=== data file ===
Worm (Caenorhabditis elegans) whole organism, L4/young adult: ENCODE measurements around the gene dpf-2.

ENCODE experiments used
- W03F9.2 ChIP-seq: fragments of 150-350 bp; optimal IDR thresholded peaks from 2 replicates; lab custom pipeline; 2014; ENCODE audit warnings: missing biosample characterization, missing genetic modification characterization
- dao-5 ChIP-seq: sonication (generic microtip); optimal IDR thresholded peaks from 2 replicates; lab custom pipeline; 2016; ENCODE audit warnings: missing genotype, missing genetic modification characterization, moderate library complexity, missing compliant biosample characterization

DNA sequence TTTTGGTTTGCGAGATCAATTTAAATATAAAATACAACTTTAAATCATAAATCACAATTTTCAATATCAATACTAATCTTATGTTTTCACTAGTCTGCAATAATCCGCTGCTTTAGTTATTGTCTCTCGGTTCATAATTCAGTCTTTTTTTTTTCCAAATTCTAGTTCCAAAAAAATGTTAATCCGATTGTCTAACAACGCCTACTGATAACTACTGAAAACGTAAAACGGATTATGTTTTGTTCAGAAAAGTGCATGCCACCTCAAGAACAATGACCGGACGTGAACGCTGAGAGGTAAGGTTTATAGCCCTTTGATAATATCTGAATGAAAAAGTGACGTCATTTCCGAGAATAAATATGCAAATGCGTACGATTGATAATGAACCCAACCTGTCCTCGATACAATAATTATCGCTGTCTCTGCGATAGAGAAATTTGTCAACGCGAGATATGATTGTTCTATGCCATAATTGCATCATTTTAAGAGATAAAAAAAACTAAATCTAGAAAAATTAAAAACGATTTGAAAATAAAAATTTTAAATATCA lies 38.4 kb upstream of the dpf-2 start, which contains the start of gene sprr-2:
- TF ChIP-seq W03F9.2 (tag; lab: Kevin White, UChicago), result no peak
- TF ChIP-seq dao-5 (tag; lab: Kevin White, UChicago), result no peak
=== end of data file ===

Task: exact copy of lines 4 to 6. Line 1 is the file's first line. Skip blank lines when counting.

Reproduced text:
- dao-5 ChIP-seq: sonication (generic microtip); optimal IDR thresholded peaks from 2 replicates; lab custom pipeline; 2016; ENCODE audit warnings: missing genotype, missing genetic modification characterization, moderate library complexity, missing compliant biosample characterization

DNA sequence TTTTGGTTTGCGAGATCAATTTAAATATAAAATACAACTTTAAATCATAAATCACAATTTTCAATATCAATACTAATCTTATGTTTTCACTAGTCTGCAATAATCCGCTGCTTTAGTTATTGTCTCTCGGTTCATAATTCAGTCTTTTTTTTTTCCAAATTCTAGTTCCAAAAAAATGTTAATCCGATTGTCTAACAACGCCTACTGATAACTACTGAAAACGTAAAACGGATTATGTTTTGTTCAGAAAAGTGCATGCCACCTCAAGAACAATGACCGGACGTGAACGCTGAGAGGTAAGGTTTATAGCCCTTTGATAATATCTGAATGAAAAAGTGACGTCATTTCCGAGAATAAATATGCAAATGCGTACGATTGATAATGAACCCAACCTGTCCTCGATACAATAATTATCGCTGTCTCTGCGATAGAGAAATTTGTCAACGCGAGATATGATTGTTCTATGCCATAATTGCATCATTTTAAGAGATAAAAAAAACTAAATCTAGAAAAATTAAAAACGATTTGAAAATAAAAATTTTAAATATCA lies 38.4 kb upstream of the dpf-2 start, which contains the start of gene sprr-2:
- TF ChIP-seq W03F9.2 (tag; lab: Kevin White, UChicago), result no peak